A little off topic, but you are the only person who talks about BM, Cotton Balls. I painted my ceilings w/ flat, my walls satin, and intended to use semi-gloss on trim & doors w/ Cotton Balls + 10 percent. My lender said the walls were atrocious. Meaning, bad drywall finish and awful paint job. Now, I’m starting over, I must have the walls painted flat. I’m stuck on Cotton Balls with white trim and doors. Opinionated friend wants me to use BM, Winds Breath. I feel WB is dull. Have you ever used Cotton Balls flat on walls?
Um…you were gong to share the best thing you ever ate…did you forget?
Hi BioDynamic Barb,
It’s there, underneath this line.
The north shore is the coastal area directly north of Boston to coastal New Hampshire.
South shore =south of the city. Opposite of the north shore which is, well, north of the city. (The city is of course Boston). Funny I grew up in north of Boston
I enjoyed this post, very much! My favorite picture is the little house hiding in pale pink roses. It just made me smile! Thanks for a fun read, Laurel!
This is my first time commenting on your blog, even though I’ve been following it for several months now. I’m so glad I discovered it. Laurel Home has been at once enlightening and entertaining. I’m not at all familiar with Massachusetts, but I still find the map funny as heck. This is very helpful real estate advice. A few things you’ve heard before, but the part about the camera lens I didn’t realize other people struggled with, too. Thought it was just me that found that so strange and frustrating. Know what? I have those bar stools in the last staging photo. I was planning on changing them out for something else, but now I see how good they look here and realize the stools aren’t the problem. Here they are in nice contrast to the other colors and finishes in the room, and I think in my room they are too matchy with the other finishes/colors in the room. Maybe I will try painting them, and putting on some nice cushions like the ones in the photo have. Not buying whole new stools will make my husband very happy. Thanks, Laurel and Wendy!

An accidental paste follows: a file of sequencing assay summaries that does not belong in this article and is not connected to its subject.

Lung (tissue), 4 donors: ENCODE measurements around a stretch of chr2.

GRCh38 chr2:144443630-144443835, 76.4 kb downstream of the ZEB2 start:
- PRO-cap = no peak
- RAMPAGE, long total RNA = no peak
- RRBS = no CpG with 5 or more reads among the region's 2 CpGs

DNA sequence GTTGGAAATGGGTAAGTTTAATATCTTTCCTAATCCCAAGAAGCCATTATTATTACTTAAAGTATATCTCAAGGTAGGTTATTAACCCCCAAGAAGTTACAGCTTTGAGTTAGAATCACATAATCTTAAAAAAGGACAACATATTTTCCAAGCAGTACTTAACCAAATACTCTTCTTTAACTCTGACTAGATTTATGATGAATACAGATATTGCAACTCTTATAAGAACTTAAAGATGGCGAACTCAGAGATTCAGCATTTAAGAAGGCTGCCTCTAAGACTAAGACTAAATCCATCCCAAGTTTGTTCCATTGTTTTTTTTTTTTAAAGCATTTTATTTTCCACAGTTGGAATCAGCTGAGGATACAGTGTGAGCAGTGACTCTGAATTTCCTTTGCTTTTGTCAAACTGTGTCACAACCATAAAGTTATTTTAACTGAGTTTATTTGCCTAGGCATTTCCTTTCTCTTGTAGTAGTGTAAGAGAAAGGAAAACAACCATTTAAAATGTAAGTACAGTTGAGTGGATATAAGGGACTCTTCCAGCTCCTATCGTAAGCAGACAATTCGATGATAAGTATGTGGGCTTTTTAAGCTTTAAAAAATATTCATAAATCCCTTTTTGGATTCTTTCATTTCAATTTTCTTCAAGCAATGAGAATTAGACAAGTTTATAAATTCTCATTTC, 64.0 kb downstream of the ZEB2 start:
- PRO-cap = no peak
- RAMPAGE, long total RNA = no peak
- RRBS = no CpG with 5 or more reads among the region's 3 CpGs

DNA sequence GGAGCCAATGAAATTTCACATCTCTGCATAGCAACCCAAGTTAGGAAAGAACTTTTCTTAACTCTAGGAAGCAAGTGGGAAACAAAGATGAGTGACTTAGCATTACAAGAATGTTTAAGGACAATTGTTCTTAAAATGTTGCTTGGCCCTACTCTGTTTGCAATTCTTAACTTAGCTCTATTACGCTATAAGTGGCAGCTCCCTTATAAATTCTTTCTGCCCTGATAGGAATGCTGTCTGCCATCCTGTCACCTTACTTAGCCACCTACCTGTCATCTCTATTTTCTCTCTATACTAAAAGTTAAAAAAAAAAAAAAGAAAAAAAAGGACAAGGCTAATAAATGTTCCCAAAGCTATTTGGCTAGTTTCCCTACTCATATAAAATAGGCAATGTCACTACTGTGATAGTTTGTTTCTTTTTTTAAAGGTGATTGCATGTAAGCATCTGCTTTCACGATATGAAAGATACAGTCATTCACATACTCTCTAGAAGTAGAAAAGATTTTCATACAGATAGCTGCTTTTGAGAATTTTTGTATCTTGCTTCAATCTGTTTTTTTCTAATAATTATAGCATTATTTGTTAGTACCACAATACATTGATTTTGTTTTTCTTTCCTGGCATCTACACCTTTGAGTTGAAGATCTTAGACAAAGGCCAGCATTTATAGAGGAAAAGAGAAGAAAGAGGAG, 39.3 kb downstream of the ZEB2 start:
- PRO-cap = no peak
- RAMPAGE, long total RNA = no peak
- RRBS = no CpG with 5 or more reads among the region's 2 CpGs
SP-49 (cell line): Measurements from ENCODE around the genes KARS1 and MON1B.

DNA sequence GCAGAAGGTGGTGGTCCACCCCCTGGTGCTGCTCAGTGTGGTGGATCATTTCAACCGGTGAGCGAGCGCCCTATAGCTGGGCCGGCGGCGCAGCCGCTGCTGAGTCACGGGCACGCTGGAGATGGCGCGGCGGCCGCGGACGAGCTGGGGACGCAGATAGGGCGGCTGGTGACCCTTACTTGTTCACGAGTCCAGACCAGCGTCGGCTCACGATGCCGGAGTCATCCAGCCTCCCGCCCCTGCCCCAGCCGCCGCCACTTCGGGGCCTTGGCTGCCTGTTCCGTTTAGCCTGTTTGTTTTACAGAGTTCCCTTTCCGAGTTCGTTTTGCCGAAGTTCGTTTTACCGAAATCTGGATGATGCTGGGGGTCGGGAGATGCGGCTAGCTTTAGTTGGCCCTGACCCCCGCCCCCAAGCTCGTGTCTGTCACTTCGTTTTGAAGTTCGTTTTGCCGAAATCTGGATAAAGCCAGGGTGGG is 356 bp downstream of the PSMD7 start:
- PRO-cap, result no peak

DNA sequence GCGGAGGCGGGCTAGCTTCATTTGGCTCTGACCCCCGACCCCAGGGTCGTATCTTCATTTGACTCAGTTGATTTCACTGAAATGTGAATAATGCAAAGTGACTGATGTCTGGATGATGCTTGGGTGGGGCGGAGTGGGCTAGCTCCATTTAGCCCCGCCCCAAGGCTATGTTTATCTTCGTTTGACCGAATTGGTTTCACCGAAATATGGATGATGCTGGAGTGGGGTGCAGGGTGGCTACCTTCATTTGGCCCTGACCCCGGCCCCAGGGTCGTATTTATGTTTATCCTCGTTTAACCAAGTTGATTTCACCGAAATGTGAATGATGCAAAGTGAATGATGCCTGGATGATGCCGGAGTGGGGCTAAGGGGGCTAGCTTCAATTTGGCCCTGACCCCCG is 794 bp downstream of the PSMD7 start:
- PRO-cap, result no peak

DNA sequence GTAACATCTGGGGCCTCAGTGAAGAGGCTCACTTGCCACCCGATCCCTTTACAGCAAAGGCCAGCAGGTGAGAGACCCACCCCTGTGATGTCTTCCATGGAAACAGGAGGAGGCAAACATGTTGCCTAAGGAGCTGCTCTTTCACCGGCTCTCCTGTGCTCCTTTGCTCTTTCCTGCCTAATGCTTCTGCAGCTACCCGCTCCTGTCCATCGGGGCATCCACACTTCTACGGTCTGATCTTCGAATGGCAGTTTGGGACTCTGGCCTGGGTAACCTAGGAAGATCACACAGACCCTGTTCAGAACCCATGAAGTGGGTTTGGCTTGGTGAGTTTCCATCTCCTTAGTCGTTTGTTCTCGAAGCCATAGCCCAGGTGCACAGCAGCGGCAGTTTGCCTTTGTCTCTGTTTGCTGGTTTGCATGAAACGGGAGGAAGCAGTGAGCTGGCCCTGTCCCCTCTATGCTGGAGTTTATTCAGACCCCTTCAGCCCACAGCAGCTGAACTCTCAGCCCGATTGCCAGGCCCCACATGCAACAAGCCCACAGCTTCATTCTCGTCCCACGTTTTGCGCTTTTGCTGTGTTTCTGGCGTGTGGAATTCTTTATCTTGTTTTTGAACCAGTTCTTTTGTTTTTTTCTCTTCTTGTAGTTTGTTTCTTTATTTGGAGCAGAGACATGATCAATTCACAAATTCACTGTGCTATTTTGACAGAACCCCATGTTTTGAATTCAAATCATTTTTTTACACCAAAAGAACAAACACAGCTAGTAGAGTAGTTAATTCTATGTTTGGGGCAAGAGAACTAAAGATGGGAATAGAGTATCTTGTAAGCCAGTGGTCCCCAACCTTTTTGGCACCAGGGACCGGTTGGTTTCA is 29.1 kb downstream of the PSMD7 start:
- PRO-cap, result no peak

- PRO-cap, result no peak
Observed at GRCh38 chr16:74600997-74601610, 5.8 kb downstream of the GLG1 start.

A great post, as always, Laurel! Thank you! I lived in the “Quaint-ass towns” section when I was in MA and loved every minute of it.
Although I am totally unfamiliar with this part of the country, I loved Elizabeth K’s comment. I wonder if there is a comparable politically incorrect map of the greater San Francisco Bay Area, which is where I live. There must be.
I was born and raised in Massachusetts. I always understood that if it was south of Boston, it’s the South Shore.
That map is hilarious!
The examples of properly staged houses were excellent. I’ve always disagreed with the extremely stripped down look because it’s very helpful to see tasteful examples of how people have used their space. One thing I’ve realized is that even if your home is lovely and well designed, if you’re thinking of selling, or even posting pictures of your home somewhere, you need to examine everything through the lens of a camera. My living room, for instance, is styled and looks very pretty and uncluttered. But when I view it through a camera lens, I realize that to sell it I would have to remove about half of the decorative items, even though in person the room doesn’t look over decorated.